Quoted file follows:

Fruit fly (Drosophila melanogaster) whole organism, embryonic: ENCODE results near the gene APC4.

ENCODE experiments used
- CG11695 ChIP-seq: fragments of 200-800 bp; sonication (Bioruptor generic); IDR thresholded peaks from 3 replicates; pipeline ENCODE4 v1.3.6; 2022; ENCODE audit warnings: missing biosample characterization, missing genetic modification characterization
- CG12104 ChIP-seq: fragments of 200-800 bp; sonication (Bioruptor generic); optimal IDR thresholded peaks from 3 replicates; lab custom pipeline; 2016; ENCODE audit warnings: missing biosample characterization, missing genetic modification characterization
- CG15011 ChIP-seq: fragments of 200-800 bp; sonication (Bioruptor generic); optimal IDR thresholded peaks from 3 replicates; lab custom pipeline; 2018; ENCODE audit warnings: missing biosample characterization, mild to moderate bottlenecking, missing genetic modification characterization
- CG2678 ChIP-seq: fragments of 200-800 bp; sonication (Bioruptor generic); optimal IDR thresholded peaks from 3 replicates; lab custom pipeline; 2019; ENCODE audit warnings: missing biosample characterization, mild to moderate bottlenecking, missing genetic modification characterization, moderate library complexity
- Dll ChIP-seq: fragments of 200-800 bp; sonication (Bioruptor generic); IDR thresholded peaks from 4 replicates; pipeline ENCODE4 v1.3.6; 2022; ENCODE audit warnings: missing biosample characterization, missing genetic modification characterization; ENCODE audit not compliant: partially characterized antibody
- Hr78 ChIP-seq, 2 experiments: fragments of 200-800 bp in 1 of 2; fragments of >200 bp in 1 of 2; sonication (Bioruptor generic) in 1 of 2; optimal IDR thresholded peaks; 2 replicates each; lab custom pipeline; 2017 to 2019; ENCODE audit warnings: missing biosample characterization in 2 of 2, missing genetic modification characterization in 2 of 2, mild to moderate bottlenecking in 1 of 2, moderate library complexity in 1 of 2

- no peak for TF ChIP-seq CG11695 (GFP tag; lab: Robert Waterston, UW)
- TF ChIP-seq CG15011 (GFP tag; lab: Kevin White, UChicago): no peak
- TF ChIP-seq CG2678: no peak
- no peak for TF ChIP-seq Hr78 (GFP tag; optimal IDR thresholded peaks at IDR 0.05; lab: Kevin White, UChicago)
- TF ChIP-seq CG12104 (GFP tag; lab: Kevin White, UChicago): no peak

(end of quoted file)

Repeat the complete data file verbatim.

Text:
Fruit fly (Drosophila melanogaster) whole organism, embryonic: ENCODE results near the gene APC4.

ENCODE experiments used
- CG11695 ChIP-seq: fragments of 200-800 bp; sonication (Bioruptor generic); IDR thresholded peaks from 3 replicates; pipeline ENCODE4 v1.3.6; 2022; ENCODE audit warnings: missing biosample characterization, missing genetic modification characterization
- CG12104 ChIP-seq: fragments of 200-800 bp; sonication (Bioruptor generic); optimal IDR thresholded peaks from 3 replicates; lab custom pipeline; 2016; ENCODE audit warnings: missing biosample characterization, missing genetic modification characterization
- CG15011 ChIP-seq: fragments of 200-800 bp; sonication (Bioruptor generic); optimal IDR thresholded peaks from 3 replicates; lab custom pipeline; 2018; ENCODE audit warnings: missing biosample characterization, mild to moderate bottlenecking, missing genetic modification characterization
- CG2678 ChIP-seq: fragments of 200-800 bp; sonication (Bioruptor generic); optimal IDR thresholded peaks from 3 replicates; lab custom pipeline; 2019; ENCODE audit warnings: missing biosample characterization, mild to moderate bottlenecking, missing genetic modification characterization, moderate library complexity
- Dll ChIP-seq: fragments of 200-800 bp; sonication (Bioruptor generic); IDR thresholded peaks from 4 replicates; pipeline ENCODE4 v1.3.6; 2022; ENCODE audit warnings: missing biosample characterization, missing genetic modification characterization; ENCODE audit not compliant: partially characterized antibody
- Hr78 ChIP-seq, 2 experiments: fragments of 200-800 bp in 1 of 2; fragments of >200 bp in 1 of 2; sonication (Bioruptor generic) in 1 of 2; optimal IDR thresholded peaks; 2 replicates each; lab custom pipeline; 2017 to 2019; ENCODE audit warnings: missing biosample characterization in 2 of 2, missing genetic modification characterization in 2 of 2, mild to moderate bottlenecking in 1 of 2, moderate library complexity in 1 of 2

- no peak for TF ChIP-seq CG11695 (GFP tag; lab: Robert Waterston, UW)
- TF ChIP-seq CG15011 (GFP tag; lab: Kevin White, UChicago): no peak
- TF ChIP-seq CG2678: no peak
- no peak for TF ChIP-seq Hr78 (GFP tag; optimal IDR thresholded peaks at IDR 0.05; lab: Kevin White, UChicago)
- TF ChIP-seq CG12104 (GFP tag; lab: Kevin White, UChicago): no peak